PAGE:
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HILLSVILLE — While most speakers at last Thursday’s special meeting on possible reuses for Woodlawn School wanted to see the current activities continue, a new idea emerged to turn it into a youth and community facility known as “The Cavalier Center.”
Sarah Jo Jones, Extension 4-H agent and Carroll native, knows from her own experience and that of the youth she works with that they “need a central location where services are offered that cater to their creativity, education, social news and a place to have fun in a safe and controlled environment.” She shared this in a written proposal with the Carroll County supervisors presiding over the meeting.
“Of course, the proposed location is Woodlawn, but I also want to throw this out there — if this isn’t going to work for Woodlawn, I still think this is a good idea,” she stressed to the county officials. “I want this to happen for our county and our community, whether it’s at Woodlawn school or if it’s somewhere else.”
Jones could see many advantages to collecting all county-sponsored youth services at the former school.
With its gym and ballfields to use for recreation, it would also be a great place to put the county recreation department office. Jones also hoped that the school system would provide transportation to Woodlawn in order to facilitate internship activities for high school students and provide other educational activities.
The current sports and community uses wouldn’t change, except the rec department could be located at the school, as she sees it.
County officials have already launched a feasibility study on a water park and pool, and Jones felt that Woodlawn would be a fitting place for it. She foresees the pool also providing a stream of revenue to help the Cavalier Center operate.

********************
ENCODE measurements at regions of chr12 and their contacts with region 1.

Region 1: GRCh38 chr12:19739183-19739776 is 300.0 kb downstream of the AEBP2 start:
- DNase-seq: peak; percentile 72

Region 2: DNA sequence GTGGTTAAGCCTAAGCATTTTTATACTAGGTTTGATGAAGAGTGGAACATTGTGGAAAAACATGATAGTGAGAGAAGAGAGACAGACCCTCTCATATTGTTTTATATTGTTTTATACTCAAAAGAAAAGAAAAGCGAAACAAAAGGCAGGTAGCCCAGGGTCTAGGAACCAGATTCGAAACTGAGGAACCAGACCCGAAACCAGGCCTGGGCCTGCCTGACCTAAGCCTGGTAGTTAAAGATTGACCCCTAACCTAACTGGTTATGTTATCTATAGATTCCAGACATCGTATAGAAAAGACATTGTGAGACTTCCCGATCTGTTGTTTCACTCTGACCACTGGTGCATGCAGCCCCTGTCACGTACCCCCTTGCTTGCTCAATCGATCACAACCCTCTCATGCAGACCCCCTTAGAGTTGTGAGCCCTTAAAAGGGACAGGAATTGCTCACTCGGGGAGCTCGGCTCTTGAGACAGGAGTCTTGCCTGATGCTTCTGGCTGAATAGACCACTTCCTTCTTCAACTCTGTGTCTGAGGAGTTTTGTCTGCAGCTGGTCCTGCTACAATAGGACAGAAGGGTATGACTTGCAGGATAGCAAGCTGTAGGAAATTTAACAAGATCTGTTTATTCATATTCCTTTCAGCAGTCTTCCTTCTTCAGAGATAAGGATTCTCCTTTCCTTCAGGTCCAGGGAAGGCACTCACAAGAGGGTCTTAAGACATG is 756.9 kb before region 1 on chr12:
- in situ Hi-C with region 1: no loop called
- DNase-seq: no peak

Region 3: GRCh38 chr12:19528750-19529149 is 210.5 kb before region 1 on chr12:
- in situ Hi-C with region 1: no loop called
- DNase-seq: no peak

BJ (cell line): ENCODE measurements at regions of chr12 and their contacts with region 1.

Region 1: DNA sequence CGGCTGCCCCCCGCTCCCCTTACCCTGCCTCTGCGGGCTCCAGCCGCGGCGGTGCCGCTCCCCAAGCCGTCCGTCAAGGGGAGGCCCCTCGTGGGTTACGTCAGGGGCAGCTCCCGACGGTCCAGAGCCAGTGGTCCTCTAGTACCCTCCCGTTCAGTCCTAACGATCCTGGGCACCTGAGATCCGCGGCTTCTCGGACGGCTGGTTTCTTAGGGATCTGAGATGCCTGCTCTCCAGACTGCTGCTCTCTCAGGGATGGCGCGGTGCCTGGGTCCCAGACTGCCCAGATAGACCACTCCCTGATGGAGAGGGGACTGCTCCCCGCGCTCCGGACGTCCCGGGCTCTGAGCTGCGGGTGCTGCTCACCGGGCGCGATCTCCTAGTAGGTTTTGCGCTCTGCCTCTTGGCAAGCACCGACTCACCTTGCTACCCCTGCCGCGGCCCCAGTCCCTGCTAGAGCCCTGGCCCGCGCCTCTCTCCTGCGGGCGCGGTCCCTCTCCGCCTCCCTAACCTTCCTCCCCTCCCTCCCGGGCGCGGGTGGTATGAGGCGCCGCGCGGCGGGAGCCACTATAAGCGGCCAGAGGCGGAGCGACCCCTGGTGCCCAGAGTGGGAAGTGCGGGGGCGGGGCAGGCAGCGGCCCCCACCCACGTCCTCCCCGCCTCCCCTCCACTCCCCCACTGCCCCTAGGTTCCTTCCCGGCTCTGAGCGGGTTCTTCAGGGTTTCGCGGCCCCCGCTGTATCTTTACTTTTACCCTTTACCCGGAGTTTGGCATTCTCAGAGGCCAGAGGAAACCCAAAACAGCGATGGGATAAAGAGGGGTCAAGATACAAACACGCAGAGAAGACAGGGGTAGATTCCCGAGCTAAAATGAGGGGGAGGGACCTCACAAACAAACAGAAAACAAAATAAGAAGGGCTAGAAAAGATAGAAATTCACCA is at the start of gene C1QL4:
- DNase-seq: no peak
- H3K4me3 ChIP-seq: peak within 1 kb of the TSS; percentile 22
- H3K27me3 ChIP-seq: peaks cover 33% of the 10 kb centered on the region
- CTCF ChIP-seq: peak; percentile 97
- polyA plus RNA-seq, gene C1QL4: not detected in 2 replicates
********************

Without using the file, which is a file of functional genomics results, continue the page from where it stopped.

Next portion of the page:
“As a new mom, there is a very short supply of good, reliable, affordable day care,” Jones said. “I think it would be possible to rent out part of the space to an independent person to have a day care.”
Offerings for youth to relax would be an important feature of the proposed Cavalier Center. She would include a coffee shop with wifi, a movie theater and a game room. “Our young people do not have a place where they can go to just hang out.”
Sales of coffee and baked goods at the cafe could provide some work for youth, as well. The movie theater and coffee shop would offer opportunities to sell concessions and raise money for the community center.
A lot of people in the Twin Counties can’t go to the movies because they can’t afford it. The cost of movies in Mount Airy, N.C. is “outrageous,” for example.
Jones believes it would be good to offer for our families to have a place to go for activities.
Jones can foresee Woodlawn hosting after-school enrichment activities, which would fall outside the daily grind of Standards of Learnings for educators.
“Our teachers are so constrained in their classrooms right now because they have to teach the SOLs, and I think this could help renew their spirit.”